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How-to: Ledger Hardware Wallet in Whonix ™

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Ledger Nano S - Hard Wallet - Cold Storage for Cryptocurrency 04.jpg

Introduction[edit]

Ambox warning pn.svg.png Testers only!

Info Documentation status: Successful connection to a Ledger hardware wallet from within a Kicksecure VirtualBox VM confirmed on 25 February 2021.

Ambox warning pn.svg.png The concepts in this chapter are still valid but the applications and corresponding installation instructions may have changed in the meantime.

Ledger wallets [archive] are a special type of commercial bitcoin wallet whereby a user's private keys are stored in a secure hardware device. Other commercial alternatives include Pi Wallet, TREZOR, BWALLET, KeepKey, Opendime, CoolWallet and others.

The major advantages of hardware wallets over software wallets include: [1]

  • Usually private keys are stored in a protected area of a microcontroller, and cannot be transferred out of the device in plaintext.
  • Resistance to computer viruses that target theft from software wallets.
  • More secure and interactive than paper wallets that require importation to software.
  • Usually software on the device is open source.

The main principle is that cryptographic secrets (private keys) are fully isolated from easy-to-hack computers or smartphones. Ledger wallets use secure chips that are similar to the technology used in chip and PIN payment cards or SIM cards. [2]

Security Factors[edit]

Essentials[edit]

Learn from Ledger and/or other authoritative sources:

Ambox warning pn.svg.png Never enter the seed phrase on any electronic device except the hardware wallet!

Security Risks[edit]

Ambox warning pn.svg.png Warning: Hardware wallets are not bulletproof. The user must be sure to purchase a good-quality, authentic device manufactured by a trustworthy and technically competent company with a good reputation in security.

Potential risks of hardware wallets include: [3]

  • Compromised production process: Hardware backdoors could be introduced via intentional or unintentional actions that leaves security holes in the final product.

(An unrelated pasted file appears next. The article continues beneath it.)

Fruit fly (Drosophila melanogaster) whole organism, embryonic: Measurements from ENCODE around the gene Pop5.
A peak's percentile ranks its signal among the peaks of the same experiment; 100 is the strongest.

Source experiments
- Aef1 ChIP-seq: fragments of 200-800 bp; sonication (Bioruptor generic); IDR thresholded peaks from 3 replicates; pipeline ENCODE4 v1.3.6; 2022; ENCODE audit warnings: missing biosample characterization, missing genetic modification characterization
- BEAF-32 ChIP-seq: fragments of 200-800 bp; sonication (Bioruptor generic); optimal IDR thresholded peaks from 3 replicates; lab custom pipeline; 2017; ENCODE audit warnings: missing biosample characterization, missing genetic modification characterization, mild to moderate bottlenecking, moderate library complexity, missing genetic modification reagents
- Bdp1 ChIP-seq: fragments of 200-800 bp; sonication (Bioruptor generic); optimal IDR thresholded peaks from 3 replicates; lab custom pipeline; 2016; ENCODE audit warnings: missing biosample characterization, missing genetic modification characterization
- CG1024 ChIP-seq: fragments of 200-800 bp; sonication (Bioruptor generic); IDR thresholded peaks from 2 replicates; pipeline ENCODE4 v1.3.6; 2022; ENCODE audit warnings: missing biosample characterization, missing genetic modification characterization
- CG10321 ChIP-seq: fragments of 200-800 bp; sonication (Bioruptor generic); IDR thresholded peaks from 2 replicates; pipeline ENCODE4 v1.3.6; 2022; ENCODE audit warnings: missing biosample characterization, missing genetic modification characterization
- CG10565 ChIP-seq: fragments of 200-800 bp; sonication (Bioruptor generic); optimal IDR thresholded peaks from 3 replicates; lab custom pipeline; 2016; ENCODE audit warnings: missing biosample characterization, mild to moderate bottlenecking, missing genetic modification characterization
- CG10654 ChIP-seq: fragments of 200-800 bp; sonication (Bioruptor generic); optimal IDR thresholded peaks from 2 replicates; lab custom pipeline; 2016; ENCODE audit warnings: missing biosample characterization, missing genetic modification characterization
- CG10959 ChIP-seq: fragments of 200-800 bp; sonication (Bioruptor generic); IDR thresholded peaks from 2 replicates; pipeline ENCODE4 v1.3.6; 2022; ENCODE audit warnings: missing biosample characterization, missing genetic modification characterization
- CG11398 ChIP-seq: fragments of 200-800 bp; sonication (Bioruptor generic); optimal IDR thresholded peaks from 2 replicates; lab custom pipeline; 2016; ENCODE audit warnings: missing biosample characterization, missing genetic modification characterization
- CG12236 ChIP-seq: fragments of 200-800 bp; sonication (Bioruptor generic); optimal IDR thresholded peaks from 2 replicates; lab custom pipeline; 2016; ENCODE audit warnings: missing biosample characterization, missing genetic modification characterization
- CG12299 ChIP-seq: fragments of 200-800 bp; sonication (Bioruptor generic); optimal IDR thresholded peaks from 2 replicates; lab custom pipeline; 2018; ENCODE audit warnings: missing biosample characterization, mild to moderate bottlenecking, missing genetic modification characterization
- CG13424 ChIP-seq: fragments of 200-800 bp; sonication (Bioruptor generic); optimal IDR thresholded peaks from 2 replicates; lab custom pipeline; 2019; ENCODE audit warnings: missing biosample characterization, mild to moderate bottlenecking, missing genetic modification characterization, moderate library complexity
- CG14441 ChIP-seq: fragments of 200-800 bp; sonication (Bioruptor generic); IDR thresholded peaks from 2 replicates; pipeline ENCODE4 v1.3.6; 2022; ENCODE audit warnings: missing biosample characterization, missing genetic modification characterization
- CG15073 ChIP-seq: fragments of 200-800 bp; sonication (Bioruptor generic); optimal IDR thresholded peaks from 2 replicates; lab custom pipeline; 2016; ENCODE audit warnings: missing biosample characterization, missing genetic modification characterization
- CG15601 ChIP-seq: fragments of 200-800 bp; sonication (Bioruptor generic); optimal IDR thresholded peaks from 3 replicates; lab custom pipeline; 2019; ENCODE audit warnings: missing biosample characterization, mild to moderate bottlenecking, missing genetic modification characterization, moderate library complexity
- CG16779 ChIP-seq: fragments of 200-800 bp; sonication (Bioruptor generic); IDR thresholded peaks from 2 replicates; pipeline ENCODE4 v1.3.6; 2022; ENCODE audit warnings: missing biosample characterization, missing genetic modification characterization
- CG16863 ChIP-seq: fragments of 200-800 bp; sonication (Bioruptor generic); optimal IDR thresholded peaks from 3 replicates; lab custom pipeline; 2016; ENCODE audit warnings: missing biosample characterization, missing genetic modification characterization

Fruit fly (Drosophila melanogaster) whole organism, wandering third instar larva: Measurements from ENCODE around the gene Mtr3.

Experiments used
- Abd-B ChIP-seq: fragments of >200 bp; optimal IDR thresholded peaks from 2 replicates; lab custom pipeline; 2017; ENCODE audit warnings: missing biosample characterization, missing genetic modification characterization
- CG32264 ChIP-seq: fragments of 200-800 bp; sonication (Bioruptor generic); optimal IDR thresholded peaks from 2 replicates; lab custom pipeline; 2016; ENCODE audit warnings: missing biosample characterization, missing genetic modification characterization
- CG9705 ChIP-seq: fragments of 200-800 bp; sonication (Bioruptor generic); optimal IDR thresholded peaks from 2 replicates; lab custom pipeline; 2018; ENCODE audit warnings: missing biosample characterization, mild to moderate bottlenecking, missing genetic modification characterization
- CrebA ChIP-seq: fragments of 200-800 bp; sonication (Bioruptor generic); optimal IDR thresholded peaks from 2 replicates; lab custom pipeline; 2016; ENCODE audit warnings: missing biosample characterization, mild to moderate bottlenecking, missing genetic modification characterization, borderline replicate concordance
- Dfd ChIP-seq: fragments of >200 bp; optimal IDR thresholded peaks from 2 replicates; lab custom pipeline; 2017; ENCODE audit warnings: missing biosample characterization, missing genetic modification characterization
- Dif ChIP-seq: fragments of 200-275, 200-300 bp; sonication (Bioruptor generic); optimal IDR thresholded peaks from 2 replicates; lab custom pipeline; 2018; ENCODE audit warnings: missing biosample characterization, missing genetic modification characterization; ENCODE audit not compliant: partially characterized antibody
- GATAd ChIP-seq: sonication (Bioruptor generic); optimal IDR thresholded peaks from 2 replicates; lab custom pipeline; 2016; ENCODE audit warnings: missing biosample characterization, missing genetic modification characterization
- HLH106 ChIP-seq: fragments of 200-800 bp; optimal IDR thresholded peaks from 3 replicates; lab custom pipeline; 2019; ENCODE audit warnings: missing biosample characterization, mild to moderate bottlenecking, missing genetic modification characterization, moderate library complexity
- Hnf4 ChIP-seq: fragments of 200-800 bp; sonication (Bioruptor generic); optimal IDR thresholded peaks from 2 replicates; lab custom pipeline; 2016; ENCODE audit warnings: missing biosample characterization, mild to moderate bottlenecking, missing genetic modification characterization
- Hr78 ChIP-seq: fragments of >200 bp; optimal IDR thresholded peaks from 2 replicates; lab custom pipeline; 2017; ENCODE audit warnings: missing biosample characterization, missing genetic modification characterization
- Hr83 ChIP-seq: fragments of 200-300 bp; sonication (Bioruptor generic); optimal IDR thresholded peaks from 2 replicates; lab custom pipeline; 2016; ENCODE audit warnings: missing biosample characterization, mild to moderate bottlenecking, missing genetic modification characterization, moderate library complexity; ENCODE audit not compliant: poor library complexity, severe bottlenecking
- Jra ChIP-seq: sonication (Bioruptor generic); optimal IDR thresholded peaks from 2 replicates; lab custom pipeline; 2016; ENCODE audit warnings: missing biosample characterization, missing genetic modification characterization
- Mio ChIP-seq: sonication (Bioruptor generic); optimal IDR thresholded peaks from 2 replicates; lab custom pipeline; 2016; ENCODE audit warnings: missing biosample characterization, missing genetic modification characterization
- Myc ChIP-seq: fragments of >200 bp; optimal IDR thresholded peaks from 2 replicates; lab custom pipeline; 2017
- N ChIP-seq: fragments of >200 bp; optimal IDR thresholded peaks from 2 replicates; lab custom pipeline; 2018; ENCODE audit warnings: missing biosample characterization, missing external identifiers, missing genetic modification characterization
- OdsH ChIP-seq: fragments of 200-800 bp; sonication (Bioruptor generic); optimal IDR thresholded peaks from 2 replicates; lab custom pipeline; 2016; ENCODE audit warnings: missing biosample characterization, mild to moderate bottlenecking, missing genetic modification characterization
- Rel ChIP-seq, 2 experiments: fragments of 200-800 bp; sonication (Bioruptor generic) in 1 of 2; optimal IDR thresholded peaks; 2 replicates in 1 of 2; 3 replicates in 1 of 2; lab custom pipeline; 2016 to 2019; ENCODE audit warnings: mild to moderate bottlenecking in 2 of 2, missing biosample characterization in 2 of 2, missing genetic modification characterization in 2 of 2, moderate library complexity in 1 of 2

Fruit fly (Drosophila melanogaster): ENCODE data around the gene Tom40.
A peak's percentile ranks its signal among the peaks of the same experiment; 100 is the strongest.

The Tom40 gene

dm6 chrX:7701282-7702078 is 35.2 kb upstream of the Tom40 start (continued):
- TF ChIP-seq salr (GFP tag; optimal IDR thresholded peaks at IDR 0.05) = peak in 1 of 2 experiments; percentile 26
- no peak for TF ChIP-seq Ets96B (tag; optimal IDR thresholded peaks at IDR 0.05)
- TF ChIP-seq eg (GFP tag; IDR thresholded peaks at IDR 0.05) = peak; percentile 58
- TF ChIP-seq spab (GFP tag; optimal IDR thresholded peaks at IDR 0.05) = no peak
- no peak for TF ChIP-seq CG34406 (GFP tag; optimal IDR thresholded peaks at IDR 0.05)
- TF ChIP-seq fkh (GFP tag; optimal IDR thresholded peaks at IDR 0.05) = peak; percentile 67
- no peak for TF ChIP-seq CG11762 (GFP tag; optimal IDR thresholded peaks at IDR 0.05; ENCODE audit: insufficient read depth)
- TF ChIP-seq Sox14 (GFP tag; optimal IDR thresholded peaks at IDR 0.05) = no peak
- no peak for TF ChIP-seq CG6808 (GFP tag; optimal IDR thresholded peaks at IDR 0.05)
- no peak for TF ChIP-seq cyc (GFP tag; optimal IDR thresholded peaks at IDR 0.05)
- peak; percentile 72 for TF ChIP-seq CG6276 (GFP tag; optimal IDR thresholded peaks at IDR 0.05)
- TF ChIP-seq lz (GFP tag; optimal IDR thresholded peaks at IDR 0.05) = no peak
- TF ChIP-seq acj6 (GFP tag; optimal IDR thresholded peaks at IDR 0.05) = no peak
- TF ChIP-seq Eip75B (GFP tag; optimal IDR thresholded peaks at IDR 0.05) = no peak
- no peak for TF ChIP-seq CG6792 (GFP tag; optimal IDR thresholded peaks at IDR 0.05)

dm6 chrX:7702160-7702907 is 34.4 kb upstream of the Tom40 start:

• Device interdiction: No hardware wallet solution can deal with the threat of government programs that intercept hardware and modify them in transit to introduce backdoors.
  • Imperfect implementation: If bugs are present in the software, firmware or hardware, then attackers may be able to gain unauthorized access to the hardware wallet.
  • Insecure Random Number Generator (RNG): Security is reliant upon true randomness being generated by the source of entropy for the RNG, since it generates the wallet's private keys. This is hard to verify, and attackers may be able to recreate wallet keys if the RNG is insecure. [4]
  • Malware swapping recipient Bitcoin addresses: Malware on a PC could potentially trick the user into sending Bitcoin to the wrong address. Multi-factor confirmation of a recipient's Bitcoin address mitigates this risk.

Despite these risks, hardware wallets are considered a higher security solution than software wallets, since the latter must make private keys available in plain text in the computer's memory when transactions are signed -- any compromise by Bitcoin-targeting malware would enable theft of Bitcoins. [5]

Seed Backup Security[edit]

It is definitively safer to have at least two Ledger hardware wallets. During initial setup the Ledger does not verify all words of the seed; it only verifies two words of the 24-word seed. This means if one word is mistyped, it will be difficult later on to regain access to personal coins. On the other hand, two Ledgers using the same seed should generate the same addresses, which proves the seed was correctly backed up.

Seed testing applications are available like BOLOS Seed Utility App [archive]. [6] [7] It is probably safer to avoid these tools since they are maintained by a third party and this adds complexity to the procedure.